"When your child dies, a piece of you ceases to exist," read a portion of a statement from the girl's mother that was read by a state's attorney official.
There was no apology or any statement from Curl, McCulloch said. Even though he entered a plea in return for the 37-year sentence, Curl has never admitted to killing the teenager.
"He maintains his innocence," said McCulloch, explaining that Curl entered what is called an Alford plea, which acknowledges that prosecutors could likely prove the charge filed against him.
Curl's sister, Moira Curl, loudly voiced her displeasure during Wednesday's proceeding, urging her brother not to accept the plea deal: "Billy, don't take it. They're railroading you," she yelled before being removed from the courtroom by deputies.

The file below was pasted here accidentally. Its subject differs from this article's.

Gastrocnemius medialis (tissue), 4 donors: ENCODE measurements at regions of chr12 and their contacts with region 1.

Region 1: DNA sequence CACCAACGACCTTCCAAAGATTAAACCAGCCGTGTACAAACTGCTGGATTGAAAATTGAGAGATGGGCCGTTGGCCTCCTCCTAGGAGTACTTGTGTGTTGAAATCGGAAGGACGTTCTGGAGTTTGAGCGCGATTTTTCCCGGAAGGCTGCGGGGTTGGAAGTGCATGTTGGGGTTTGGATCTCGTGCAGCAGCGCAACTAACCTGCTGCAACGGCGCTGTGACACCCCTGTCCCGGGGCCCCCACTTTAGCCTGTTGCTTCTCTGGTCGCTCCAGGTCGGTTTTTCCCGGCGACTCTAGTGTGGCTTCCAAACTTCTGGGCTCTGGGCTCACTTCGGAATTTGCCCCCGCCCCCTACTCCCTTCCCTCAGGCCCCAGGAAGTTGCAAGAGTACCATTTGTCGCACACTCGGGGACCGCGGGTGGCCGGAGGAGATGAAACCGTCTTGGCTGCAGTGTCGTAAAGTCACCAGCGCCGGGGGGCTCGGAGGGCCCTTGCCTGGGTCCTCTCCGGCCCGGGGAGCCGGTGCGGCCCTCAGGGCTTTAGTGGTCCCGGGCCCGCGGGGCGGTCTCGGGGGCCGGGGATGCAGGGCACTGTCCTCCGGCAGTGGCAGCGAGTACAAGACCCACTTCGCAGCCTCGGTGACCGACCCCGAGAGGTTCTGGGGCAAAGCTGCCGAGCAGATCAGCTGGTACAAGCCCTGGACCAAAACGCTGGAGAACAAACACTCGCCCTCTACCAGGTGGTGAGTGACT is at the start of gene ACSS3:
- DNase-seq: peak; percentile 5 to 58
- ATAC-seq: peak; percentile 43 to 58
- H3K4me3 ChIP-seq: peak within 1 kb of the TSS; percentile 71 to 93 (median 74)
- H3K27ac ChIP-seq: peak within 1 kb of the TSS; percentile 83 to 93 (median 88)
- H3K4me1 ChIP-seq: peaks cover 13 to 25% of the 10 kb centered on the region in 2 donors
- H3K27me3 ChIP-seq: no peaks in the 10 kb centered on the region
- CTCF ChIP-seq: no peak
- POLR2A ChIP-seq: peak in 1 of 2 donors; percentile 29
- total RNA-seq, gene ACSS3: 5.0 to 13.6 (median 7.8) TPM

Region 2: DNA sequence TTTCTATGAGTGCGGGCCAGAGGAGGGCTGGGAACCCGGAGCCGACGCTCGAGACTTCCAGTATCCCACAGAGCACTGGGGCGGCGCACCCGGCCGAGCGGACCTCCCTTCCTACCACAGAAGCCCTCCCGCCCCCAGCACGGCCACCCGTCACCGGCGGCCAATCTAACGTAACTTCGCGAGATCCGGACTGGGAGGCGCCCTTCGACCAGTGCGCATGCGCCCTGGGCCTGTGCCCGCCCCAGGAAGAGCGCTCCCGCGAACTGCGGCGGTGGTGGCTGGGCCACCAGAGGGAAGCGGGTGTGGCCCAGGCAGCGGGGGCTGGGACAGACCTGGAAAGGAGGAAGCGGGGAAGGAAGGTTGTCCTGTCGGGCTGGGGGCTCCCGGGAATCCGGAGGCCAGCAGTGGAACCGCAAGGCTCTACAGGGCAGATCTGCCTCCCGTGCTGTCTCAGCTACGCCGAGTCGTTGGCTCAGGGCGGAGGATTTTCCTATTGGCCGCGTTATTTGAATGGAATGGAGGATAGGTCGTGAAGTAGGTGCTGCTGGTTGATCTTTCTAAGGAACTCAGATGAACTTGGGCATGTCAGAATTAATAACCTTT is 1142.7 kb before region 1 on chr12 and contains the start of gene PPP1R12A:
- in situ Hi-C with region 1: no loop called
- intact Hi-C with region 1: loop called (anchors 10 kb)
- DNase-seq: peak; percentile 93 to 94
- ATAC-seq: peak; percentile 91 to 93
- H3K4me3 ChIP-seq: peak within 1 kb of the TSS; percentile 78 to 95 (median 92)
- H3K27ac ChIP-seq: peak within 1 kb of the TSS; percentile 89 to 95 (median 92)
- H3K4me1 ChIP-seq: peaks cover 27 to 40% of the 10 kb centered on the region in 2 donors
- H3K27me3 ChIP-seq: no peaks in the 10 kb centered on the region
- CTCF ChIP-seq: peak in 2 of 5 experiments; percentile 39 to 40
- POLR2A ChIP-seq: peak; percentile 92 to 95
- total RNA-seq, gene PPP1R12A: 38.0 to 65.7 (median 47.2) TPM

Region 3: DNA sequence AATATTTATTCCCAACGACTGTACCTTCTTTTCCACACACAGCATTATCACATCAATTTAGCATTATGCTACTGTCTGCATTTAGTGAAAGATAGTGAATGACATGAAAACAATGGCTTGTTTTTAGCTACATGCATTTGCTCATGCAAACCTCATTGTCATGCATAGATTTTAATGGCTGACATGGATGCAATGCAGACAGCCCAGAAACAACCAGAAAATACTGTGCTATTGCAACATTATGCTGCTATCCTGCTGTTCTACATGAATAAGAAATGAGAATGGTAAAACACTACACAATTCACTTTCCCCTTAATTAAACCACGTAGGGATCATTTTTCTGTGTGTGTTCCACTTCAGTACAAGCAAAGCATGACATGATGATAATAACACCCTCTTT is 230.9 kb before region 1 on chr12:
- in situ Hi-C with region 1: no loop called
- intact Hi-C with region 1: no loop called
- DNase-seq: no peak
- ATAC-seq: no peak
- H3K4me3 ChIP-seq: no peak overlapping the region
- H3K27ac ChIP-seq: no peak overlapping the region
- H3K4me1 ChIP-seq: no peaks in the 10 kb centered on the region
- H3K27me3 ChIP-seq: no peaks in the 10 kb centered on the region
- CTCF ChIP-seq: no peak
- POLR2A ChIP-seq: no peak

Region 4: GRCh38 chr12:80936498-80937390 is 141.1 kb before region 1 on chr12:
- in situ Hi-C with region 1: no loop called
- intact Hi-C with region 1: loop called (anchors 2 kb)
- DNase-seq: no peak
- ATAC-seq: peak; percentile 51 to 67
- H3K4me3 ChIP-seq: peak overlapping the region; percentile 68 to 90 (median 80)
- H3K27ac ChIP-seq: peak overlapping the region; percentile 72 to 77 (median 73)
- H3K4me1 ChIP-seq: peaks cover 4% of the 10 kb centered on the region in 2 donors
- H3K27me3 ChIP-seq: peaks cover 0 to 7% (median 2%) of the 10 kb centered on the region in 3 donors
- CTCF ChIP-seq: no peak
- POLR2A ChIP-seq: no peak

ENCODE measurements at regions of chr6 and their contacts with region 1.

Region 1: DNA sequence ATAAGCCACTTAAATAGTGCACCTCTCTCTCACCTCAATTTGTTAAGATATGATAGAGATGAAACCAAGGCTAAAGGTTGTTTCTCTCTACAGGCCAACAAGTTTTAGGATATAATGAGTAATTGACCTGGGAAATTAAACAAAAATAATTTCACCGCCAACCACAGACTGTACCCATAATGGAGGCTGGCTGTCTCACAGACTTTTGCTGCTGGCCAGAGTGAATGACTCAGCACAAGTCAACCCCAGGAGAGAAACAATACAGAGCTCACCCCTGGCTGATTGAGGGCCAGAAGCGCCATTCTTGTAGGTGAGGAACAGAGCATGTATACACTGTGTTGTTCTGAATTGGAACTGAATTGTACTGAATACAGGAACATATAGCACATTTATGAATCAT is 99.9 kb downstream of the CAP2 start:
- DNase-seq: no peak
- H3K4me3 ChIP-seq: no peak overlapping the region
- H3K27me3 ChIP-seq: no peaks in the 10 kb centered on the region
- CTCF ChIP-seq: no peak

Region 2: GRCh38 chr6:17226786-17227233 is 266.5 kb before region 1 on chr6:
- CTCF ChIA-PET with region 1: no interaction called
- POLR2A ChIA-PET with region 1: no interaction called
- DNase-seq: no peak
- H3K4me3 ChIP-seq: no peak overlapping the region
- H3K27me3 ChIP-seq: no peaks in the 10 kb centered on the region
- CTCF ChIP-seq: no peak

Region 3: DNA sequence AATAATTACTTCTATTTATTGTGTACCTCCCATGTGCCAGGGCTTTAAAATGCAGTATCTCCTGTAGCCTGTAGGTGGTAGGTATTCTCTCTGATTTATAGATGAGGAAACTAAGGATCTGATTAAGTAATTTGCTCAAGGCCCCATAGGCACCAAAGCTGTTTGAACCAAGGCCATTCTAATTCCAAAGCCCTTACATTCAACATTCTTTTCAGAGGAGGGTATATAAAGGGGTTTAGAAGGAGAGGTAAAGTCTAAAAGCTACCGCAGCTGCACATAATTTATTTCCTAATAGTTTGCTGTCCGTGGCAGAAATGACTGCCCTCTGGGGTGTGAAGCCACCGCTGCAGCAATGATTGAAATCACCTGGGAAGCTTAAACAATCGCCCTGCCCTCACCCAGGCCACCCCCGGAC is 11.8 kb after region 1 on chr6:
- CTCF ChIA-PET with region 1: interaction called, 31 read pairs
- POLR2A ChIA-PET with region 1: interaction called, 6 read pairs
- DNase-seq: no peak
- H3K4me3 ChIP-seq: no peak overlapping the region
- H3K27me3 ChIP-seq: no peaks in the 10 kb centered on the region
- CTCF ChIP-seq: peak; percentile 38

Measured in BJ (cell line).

Keller, an art student from Plainfield, was last seen before she headed to a park and nature preserve near the university. Burned remains were found in the park two days later, and forensic experts later confirmed the remains were human. Police found Keller's burned clothing and her cellphone near the remains, prosecutors said.
Police said Curl was a person of interest because he was known to frequent the park. They said he became a suspect after he failed to show up for further questioning and fled to Mexico in a stolen SUV. Investigators said Keller's death was a crime of opportunity and Curl did not know her.